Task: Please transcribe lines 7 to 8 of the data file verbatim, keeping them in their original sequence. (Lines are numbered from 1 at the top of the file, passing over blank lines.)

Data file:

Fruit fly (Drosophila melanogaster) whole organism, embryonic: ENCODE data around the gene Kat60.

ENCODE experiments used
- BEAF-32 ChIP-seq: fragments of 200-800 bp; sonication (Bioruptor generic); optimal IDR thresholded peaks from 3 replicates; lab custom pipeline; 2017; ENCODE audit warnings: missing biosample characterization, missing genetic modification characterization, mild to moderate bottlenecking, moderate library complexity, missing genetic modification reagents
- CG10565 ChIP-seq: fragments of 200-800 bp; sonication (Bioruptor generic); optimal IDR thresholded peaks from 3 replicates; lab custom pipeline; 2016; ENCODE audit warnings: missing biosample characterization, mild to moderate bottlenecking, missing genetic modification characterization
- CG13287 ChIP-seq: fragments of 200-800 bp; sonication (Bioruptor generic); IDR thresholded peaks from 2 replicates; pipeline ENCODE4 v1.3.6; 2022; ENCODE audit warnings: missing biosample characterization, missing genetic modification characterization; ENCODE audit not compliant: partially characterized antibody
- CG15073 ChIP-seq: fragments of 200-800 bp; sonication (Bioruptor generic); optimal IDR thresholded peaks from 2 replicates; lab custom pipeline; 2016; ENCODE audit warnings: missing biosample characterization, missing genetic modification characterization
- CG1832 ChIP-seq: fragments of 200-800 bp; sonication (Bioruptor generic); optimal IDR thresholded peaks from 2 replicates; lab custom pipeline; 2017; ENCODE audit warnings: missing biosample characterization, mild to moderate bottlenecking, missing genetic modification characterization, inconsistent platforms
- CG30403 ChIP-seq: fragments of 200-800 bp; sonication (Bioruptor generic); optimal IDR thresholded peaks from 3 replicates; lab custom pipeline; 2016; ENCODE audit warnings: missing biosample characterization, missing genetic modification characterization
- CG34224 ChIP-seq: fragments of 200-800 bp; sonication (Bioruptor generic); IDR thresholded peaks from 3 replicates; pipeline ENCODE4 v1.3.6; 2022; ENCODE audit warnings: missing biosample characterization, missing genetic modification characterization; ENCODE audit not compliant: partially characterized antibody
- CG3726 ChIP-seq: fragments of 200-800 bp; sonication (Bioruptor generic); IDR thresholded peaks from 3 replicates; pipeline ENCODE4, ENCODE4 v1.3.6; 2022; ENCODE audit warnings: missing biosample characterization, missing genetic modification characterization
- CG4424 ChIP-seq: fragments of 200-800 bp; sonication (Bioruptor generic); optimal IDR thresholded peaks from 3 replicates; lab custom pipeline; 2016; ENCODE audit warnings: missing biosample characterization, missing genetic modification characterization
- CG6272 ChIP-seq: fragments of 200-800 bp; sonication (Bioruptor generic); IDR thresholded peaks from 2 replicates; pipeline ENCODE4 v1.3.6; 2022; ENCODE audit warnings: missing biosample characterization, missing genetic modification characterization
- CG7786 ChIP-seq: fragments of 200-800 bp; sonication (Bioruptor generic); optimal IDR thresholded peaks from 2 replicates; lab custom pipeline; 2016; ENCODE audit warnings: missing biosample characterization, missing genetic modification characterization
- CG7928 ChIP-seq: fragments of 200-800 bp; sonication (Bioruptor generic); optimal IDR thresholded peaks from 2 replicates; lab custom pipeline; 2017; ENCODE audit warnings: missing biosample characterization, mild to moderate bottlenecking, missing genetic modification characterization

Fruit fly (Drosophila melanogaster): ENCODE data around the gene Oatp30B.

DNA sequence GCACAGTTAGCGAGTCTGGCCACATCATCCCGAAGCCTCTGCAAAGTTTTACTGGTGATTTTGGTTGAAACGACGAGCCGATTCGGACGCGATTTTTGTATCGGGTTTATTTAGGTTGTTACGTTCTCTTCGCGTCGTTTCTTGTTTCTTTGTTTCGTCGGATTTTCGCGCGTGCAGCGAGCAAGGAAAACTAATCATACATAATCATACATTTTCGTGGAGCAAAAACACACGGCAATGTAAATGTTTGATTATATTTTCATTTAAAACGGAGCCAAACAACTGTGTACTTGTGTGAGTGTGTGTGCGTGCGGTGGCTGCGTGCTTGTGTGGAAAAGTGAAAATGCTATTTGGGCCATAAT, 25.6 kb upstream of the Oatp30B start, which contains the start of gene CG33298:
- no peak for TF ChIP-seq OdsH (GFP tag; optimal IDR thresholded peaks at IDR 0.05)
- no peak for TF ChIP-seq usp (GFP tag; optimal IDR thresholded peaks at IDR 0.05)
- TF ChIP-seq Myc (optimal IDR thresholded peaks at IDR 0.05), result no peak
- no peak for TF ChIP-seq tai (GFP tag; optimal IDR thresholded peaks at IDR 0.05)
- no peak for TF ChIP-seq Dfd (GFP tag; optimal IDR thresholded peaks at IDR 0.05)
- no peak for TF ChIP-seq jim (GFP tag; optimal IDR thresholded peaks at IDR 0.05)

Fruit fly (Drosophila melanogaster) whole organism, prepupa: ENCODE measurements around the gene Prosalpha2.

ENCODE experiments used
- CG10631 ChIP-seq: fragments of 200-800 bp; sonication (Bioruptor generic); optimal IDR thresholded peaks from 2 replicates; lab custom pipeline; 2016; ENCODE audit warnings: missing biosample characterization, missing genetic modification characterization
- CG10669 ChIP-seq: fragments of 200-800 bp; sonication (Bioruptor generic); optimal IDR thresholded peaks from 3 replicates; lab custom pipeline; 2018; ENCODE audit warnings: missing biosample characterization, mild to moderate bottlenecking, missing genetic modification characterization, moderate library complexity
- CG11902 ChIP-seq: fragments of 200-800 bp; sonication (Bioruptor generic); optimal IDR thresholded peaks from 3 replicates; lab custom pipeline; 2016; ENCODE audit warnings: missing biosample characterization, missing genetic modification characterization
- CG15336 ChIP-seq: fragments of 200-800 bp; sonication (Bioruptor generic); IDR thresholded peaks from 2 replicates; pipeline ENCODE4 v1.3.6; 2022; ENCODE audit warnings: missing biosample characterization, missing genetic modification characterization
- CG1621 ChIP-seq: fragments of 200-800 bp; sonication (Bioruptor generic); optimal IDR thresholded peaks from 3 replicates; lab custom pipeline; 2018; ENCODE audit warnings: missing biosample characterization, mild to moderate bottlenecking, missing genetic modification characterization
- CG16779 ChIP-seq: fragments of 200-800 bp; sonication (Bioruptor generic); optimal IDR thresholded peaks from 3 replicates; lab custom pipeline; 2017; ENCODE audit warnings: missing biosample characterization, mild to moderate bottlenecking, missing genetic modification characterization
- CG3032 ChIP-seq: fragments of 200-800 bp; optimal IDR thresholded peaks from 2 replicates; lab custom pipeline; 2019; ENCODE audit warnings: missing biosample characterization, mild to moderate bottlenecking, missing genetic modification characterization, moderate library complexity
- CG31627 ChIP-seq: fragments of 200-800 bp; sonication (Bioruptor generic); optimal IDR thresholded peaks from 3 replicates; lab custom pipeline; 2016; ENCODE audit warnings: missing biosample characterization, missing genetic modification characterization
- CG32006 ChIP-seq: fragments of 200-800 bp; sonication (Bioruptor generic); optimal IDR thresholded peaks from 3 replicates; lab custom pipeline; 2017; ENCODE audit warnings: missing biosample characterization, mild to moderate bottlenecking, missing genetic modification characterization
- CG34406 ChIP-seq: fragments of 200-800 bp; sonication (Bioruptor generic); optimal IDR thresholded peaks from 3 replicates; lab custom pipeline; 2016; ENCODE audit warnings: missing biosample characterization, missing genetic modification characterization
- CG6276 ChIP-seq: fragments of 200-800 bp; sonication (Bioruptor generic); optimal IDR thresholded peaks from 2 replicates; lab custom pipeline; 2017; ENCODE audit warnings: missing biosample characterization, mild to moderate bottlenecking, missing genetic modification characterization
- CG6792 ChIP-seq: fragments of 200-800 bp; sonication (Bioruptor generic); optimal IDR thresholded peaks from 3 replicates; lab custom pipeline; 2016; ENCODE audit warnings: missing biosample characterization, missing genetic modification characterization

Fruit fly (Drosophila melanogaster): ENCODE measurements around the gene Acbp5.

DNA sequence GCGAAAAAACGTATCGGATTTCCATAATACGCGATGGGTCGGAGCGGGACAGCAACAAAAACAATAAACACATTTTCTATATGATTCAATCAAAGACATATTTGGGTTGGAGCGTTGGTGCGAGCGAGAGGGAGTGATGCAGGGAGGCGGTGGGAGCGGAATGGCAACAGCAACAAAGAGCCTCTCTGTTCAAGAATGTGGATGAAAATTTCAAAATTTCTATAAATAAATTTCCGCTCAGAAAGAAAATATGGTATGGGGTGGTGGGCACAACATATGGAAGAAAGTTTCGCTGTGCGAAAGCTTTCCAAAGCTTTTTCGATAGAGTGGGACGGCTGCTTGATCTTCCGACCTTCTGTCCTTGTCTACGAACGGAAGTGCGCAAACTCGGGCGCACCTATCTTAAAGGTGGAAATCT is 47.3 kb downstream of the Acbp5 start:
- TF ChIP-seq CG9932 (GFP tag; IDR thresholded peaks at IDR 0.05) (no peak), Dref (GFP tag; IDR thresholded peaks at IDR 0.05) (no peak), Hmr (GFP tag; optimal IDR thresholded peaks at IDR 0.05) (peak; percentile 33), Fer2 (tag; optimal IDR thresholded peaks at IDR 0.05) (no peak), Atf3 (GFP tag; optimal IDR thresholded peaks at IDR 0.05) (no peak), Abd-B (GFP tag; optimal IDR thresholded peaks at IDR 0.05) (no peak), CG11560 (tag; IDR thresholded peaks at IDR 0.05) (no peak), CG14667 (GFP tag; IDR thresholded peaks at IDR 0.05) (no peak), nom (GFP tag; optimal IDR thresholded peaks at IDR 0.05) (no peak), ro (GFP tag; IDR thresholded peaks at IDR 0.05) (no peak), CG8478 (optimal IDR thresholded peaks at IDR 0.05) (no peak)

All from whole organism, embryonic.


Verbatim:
- CG1832 ChIP-seq: fragments of 200-800 bp; sonication (Bioruptor generic); optimal IDR thresholded peaks from 2 replicates; lab custom pipeline; 2017; ENCODE audit warnings: missing biosample characterization, mild to moderate bottlenecking, missing genetic modification characterization, inconsistent platforms
- CG30403 ChIP-seq: fragments of 200-800 bp; sonication (Bioruptor generic); optimal IDR thresholded peaks from 3 replicates; lab custom pipeline; 2016; ENCODE audit warnings: missing biosample characterization, missing genetic modification characterization